Advertisement
JIS News

Story Highlights

  • Justice Minister, Senator the Hon. Mark Golding, is spearheading work to develop a legal framework that will facilitate the creation of medical ganja and industrial hemp industries in Jamaica.
  • This is being coordinated by a Cabinet inter-ministerial sub-committee, established for the purpose, which the Minister chairs.
  • He pointed out that it is becoming “widely accepted” globally that ganja has therapeutic use.

Justice Minister, Senator the Hon. Mark Golding, is spearheading work to develop a legal framework that will facilitate the creation of medical ganja and industrial hemp industries in Jamaica.

This is being coordinated by a Cabinet inter-ministerial sub-committee, established for the purpose, which the Minister chairs.

The Minister made the disclosure during Thursday’s (June 12) media briefing at Jamaica House, where he announced proposed amendments to the Dangerous Drugs Act to facilitate ganja decriminalization that will allow its usage for medical/medicinal and religious purposes, and personal use.

Senator Golding said the move to create the framework for medical ganja and industrial hemp industries arises from the administration’s acknowledgement of the need to position Jamaica as an “important player” in the increasing global recognition of developments relative to these sectors.

He pointed out that it is becoming “widely accepted” globally that ganja has therapeutic use.

“Medical and scientific research on ganja has shown it to be effective in reducing nausea and vomiting, stimulating appetite, promoting weight gain, and the treatment of glaucoma. Ganja has been used to treat spinal cord injuries and multiple sclerosis, relief of migraine headaches, depression, seizures, insomnia, and chronic pain.  Persons who suffer from the effects of cancer, HIV/AIDS, and other diseases, have found significant relief of various symptoms from the use of marijuana, though in many cases they are forced to do so illegally,” the Minister noted.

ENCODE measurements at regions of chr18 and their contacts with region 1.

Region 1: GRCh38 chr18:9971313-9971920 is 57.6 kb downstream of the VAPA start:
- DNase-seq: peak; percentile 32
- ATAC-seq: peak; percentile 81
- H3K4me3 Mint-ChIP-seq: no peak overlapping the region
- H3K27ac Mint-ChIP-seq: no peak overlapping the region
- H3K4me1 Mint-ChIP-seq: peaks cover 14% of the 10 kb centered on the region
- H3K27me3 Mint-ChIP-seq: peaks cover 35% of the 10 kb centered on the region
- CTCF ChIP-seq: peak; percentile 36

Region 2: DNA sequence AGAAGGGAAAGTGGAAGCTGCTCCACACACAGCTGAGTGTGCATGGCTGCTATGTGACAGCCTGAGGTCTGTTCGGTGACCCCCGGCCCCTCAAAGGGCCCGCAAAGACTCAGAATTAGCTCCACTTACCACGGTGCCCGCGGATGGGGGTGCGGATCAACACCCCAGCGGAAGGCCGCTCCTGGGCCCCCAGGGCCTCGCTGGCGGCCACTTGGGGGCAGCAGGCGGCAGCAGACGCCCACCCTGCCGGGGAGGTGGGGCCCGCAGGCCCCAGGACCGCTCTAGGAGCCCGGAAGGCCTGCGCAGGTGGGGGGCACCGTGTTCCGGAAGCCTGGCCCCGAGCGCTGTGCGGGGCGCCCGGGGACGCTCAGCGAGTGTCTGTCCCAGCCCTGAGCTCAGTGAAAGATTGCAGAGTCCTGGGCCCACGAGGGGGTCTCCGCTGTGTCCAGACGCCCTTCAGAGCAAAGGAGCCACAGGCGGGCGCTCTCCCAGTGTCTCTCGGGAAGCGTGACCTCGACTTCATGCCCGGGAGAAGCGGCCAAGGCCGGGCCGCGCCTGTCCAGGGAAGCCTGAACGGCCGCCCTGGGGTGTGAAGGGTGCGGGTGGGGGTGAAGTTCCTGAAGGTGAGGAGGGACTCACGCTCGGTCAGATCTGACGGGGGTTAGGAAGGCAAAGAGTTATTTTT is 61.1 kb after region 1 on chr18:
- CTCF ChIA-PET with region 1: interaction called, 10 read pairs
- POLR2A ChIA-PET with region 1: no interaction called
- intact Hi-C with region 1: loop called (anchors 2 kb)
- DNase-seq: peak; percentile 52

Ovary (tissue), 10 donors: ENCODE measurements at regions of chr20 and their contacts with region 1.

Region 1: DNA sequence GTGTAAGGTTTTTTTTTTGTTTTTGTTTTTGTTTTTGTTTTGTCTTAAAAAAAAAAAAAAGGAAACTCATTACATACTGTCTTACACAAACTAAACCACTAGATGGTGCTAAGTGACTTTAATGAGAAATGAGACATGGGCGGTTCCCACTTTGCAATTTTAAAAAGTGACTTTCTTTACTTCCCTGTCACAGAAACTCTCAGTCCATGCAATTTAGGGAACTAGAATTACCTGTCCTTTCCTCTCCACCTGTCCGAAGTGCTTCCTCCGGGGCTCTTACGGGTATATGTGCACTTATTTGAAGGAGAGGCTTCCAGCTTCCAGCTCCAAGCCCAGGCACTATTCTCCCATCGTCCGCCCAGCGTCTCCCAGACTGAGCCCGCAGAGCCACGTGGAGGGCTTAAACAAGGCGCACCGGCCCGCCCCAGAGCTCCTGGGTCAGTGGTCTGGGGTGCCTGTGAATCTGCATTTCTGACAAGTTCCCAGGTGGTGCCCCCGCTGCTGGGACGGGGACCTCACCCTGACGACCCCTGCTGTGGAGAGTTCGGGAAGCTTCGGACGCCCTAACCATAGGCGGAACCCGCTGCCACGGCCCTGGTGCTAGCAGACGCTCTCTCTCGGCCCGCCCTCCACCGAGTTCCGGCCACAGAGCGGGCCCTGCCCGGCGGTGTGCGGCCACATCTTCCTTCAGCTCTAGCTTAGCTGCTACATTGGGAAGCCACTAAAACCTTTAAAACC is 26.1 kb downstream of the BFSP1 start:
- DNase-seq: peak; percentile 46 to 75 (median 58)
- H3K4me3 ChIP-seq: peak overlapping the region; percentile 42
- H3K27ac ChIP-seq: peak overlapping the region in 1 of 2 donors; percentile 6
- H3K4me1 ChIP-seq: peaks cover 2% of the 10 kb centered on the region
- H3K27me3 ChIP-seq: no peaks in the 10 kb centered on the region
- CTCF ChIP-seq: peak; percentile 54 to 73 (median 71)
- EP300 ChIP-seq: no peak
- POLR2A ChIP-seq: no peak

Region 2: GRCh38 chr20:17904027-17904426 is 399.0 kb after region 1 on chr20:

Senator Golding also highlighted significant research undertaken by Jamaican scientists, Professor Manley West and Dr. Albert Lockhart, to develop the drug ‘Canasol’ from ganja, for the treatment of glaucoma.

He also cited  work done by another Jamaican scientist, Dr. Henry Lowe, who has been involved in medical ganja research, and recently launched a company to pursue further engagements in this area, and related commercial applications.

Additionally, Senator Golding said the University of the West Indies (UWI) recently signed a Memorandum of Understanding (MoU) with United States-based entity, Strains of Hope, which has developed therapeutic hemp applications.

He further advised that the UWI also signed a MoU with another entity, Timeless Herbal Care, in partnership with the Hebrew University of Israel, and “strategic” Canadian stakeholders.

The Minister emphasized  that the regulatory arrangements to support these industries must be guided by Jamaica’s international obligations, in particular, stipulated  control regimes in relevant conventions to which the country is party, “as well as our own social realities.”

“The objective is to secure the economic and medical benefits of ganja while minimizing the risk of abuse. A robust regulatory framework can provide the platform for the development of a formalized and tax-paying medical ganja and industrial hemp industries, from which Jamaica stands to derive significant economic benefits,” Senator Golding said.

The Minister  said it is envisaged that the arrangements will provide for the use of a portion of the licensing revenues from these industries to fund a public education programme to discourage ganja use by minors and other vulnerable persons; to enhance funding support for programmes dealing with ganja abuse/addiction; and to fund research into the medicinal and other scientific and industrial uses of ganja.